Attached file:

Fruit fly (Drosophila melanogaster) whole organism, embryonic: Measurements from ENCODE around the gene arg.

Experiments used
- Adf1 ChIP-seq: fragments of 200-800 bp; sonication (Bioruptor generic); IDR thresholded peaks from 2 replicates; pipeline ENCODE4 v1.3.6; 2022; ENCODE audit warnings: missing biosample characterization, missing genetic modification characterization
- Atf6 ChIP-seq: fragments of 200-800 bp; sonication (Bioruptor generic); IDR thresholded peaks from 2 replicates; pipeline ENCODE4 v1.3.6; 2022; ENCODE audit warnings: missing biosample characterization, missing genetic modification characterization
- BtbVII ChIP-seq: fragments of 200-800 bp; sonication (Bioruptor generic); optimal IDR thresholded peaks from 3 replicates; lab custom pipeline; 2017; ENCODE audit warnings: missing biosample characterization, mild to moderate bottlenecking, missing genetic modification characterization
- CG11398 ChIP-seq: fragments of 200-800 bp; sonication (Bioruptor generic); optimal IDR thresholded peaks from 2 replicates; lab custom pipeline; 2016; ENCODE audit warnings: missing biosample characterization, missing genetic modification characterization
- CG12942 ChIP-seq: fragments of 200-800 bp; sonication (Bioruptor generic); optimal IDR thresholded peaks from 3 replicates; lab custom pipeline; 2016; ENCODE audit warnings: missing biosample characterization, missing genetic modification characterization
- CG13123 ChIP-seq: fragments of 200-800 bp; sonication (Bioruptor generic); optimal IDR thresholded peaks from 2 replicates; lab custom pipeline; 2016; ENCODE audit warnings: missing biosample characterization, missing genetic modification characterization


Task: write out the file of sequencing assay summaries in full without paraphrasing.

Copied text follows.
Fruit fly (Drosophila melanogaster) whole organism, embryonic: Measurements from ENCODE around the gene arg.

Experiments used
- Adf1 ChIP-seq: fragments of 200-800 bp; sonication (Bioruptor generic); IDR thresholded peaks from 2 replicates; pipeline ENCODE4 v1.3.6; 2022; ENCODE audit warnings: missing biosample characterization, missing genetic modification characterization
- Atf6 ChIP-seq: fragments of 200-800 bp; sonication (Bioruptor generic); IDR thresholded peaks from 2 replicates; pipeline ENCODE4 v1.3.6; 2022; ENCODE audit warnings: missing biosample characterization, missing genetic modification characterization
- BtbVII ChIP-seq: fragments of 200-800 bp; sonication (Bioruptor generic); optimal IDR thresholded peaks from 3 replicates; lab custom pipeline; 2017; ENCODE audit warnings: missing biosample characterization, mild to moderate bottlenecking, missing genetic modification characterization
- CG11398 ChIP-seq: fragments of 200-800 bp; sonication (Bioruptor generic); optimal IDR thresholded peaks from 2 replicates; lab custom pipeline; 2016; ENCODE audit warnings: missing biosample characterization, missing genetic modification characterization
- CG12942 ChIP-seq: fragments of 200-800 bp; sonication (Bioruptor generic); optimal IDR thresholded peaks from 3 replicates; lab custom pipeline; 2016; ENCODE audit warnings: missing biosample characterization, missing genetic modification characterization
- CG13123 ChIP-seq: fragments of 200-800 bp; sonication (Bioruptor generic); optimal IDR thresholded peaks from 2 replicates; lab custom pipeline; 2016; ENCODE audit warnings: missing biosample characterization, missing genetic modification characterization